Particularly, in the structure in FIG. 4 in which the surface acoustic wave resonator 102 is connected in series to at least two IDTs of the longitudinally-coupled-resonator surface acoustic wave filter 101, two signal lines 103 and 104 that connect the longitudinally-coupled-resonator surface acoustic wave filter 101 to the surface acoustic wave resonator 102 surround the electrode pads 105 and the characteristic selection pad 106. Accordingly, large parasitic capacitance is generated between the two signal lines 103 and 104, and the electrode pads 105 and the characteristic selection pad 106 which causes the insertion loss within the pass band to increase.

SUMMARY OF THE INVENTION

To overcome the problems described above, preferred embodiments of the present invention provide a surface acoustic wave apparatus in which the surface acoustic wave resonator 102 is connected in series to the longitudinally-coupled-resonator surface acoustic wave filter 101, as shown in FIG. 3, and which has a greatly decreased insertion loss within the pass band, and which includes a layout that greatly reduces the parasitic capacitance of the surface acoustic wave apparatus on a piezoelectric substrate.

A first preferred embodiment of the present invention provides a surface acoustic wave apparatus including at least one longitudinally-coupled-resonator surface acoustic wave filter having at least three IDTs provided on a piezoelectric substrate along the propagation direction of surface acoustic waves and at least one surface acoustic wave resonator that is connected in series to at least two of the IDTs of the longitudinally-coupled-resonator surface acoustic wave filter. The parasitic capacitance between the longitudinally-coupled-resonator surface acoustic wave filter and the surface acoustic wave resonator is set to about 6.5102/f0 [pF] or less, where f0 represents the center frequency (MHz) within the pass band of the longitudinally-coupled-resonator surface acoustic wave filter.

With the above-described structure, since the parasitic capacitance between the longitudinally-coupled-resonator surface acoustic wave filter and the surface acoustic wave resonator is preferably set to about 6.5102/f0 [pF] or less, an increase in the insertion loss caused by the parasitic capacitance and an increase in the VSWR are prevented. Accordingly, a surface acoustic wave apparatus having greatly reduced insertion loss within the pass band and superior transmission characteristics is achieved.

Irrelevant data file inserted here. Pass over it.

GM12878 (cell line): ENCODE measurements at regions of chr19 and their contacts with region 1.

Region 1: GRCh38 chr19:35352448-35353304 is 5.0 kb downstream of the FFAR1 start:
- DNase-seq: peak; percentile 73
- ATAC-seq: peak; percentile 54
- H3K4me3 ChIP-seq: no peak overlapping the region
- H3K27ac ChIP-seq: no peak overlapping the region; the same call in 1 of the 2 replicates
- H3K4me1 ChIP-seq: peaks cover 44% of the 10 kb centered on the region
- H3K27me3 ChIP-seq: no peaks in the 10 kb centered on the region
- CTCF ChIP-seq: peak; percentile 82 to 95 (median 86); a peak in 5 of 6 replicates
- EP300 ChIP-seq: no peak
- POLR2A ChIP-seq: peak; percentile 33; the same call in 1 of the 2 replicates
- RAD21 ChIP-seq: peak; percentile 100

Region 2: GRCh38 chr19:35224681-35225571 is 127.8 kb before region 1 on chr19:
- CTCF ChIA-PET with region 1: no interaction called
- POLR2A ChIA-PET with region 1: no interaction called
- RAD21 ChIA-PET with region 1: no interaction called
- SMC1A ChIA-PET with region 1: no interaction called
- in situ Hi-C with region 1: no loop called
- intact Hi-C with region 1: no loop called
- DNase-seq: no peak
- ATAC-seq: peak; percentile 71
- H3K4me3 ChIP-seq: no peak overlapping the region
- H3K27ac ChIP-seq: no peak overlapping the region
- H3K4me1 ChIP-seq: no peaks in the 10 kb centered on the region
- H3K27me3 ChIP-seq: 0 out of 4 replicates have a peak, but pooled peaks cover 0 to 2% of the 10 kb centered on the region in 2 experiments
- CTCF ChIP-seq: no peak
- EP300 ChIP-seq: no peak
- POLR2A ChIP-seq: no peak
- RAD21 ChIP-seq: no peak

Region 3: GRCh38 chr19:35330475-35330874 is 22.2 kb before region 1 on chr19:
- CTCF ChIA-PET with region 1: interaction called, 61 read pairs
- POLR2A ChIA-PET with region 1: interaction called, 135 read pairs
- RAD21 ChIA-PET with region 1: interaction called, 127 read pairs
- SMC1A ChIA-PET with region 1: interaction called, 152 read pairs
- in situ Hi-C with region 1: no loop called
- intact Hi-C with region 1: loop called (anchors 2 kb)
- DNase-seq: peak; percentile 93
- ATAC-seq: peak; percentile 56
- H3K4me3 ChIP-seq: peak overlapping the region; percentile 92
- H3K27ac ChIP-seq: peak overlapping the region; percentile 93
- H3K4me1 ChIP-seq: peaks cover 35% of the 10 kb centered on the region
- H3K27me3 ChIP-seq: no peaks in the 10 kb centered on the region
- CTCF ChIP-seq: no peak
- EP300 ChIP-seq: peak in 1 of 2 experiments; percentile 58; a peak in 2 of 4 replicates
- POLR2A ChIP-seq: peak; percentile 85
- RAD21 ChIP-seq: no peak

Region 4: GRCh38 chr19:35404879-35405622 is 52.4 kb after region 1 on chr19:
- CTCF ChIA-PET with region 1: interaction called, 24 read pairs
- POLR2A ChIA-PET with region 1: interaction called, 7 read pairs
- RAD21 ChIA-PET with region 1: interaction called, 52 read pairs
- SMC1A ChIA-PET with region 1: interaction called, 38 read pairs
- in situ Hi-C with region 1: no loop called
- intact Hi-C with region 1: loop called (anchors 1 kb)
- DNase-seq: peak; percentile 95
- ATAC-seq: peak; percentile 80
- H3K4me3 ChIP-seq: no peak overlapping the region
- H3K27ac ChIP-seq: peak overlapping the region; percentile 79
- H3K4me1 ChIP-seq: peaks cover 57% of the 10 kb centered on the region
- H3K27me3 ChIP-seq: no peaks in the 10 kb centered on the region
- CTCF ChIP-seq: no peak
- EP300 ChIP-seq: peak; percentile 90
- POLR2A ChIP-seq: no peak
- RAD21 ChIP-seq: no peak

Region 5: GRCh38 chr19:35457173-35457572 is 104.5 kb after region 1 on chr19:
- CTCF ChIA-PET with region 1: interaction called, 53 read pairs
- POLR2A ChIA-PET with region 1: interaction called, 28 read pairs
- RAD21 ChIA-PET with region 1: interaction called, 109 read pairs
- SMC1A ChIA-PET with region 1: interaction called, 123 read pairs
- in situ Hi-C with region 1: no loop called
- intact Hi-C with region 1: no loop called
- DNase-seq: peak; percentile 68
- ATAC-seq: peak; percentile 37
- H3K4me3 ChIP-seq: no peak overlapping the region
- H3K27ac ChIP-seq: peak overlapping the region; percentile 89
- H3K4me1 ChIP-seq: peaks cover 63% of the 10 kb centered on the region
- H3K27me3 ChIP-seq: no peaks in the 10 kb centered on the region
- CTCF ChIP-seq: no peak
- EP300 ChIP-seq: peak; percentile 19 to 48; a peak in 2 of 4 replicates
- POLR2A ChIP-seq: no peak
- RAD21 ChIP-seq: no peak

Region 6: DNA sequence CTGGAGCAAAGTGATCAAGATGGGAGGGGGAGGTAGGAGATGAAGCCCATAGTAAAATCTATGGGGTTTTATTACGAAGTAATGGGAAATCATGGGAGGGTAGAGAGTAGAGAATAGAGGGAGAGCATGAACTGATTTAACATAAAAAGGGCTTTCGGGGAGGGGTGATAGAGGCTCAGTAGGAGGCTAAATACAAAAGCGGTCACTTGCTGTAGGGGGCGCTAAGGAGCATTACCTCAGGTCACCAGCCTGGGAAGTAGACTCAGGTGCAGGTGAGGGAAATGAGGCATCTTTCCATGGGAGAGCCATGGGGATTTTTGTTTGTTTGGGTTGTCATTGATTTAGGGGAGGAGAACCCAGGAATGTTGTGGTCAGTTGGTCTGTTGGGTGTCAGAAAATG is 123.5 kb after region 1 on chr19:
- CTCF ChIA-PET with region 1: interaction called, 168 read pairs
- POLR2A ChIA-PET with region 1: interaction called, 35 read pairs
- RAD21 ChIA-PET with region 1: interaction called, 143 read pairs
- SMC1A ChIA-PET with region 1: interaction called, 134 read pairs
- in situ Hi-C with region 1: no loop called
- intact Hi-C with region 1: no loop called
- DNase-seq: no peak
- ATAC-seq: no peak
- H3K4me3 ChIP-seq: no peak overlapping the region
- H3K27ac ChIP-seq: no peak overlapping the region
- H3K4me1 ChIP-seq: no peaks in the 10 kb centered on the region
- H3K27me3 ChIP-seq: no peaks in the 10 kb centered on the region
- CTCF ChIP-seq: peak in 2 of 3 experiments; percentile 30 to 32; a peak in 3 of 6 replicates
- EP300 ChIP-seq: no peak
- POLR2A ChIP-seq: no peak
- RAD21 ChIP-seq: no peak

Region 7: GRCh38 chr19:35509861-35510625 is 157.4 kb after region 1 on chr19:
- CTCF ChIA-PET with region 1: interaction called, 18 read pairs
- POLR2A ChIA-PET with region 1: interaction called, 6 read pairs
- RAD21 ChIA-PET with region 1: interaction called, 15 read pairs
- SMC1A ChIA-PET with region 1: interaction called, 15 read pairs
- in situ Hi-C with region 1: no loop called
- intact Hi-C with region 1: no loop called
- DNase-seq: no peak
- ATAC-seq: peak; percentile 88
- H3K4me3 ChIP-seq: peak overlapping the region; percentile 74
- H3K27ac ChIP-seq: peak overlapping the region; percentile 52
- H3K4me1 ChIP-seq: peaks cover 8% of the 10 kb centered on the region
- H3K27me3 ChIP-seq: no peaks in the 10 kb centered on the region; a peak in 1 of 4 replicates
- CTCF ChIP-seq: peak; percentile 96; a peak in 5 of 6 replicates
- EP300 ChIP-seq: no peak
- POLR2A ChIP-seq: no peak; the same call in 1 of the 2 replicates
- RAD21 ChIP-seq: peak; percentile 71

A second preferred embodiment of the present invention provides a surface acoustic wave apparatus including at least one longitudinally-coupled-resonator surface acoustic wave filter having at least three IDTs provided on a piezoelectric substrate along the propagation direction of surface acoustic waves, at least one surface acoustic wave resonator that is connected in series to at least two of the IDTs of the longitudinally-coupled-resonator surface acoustic wave filter, ground-side electrode pads, and characteristic selection pads. The ground-side electrode pads are each connected to a center IDT of the longitudinally-coupled-resonator surface acoustic wave filter and are surrounded by signal lines that connect in series at least two of the IDTs of the longitudinally-coupled-resonator surface acoustic wave filter to the surface acoustic wave resonator. The characteristic selection pads are arranged adjacent to electrode pads other than the ground-side electrode pads.

With the above-described structure, since the surface acoustic wave apparatus includes the characteristic selection pads that are arranged adjacent to the electrode pads, the characteristics of surface acoustic wave apparatuses can be measured using a probe through the characteristic selection pads and to select a surface acoustic wave apparatus based on the measured result.

Further, since the characteristic selection pads are arranged adjacent to the electrode pads other than the ground-side electrode pads connected to the center IDTs of the longitudinally-coupled-resonator surface acoustic wave filter, which are surrounded by the signal lines that connect in series at least two of the IDTs of the longitudinally-coupled-resonator surface acoustic wave filter to the surface acoustic wave resonator, the characteristic selection pads are not arranged adjacent to the ground-side electrode pads that are surrounded by the signal lines and are connected to the center IDTs.